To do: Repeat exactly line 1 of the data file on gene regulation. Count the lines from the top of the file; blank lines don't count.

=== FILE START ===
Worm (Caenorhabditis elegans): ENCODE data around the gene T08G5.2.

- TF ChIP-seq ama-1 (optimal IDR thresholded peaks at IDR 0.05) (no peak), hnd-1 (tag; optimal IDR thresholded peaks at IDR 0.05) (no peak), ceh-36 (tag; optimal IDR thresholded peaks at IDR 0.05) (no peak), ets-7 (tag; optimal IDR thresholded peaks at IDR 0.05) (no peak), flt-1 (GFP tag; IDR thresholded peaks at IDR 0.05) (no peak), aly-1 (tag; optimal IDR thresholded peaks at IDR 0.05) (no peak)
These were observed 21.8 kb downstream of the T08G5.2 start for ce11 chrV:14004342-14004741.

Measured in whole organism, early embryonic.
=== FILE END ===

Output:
Worm (Caenorhabditis elegans): ENCODE data around the gene T08G5.2.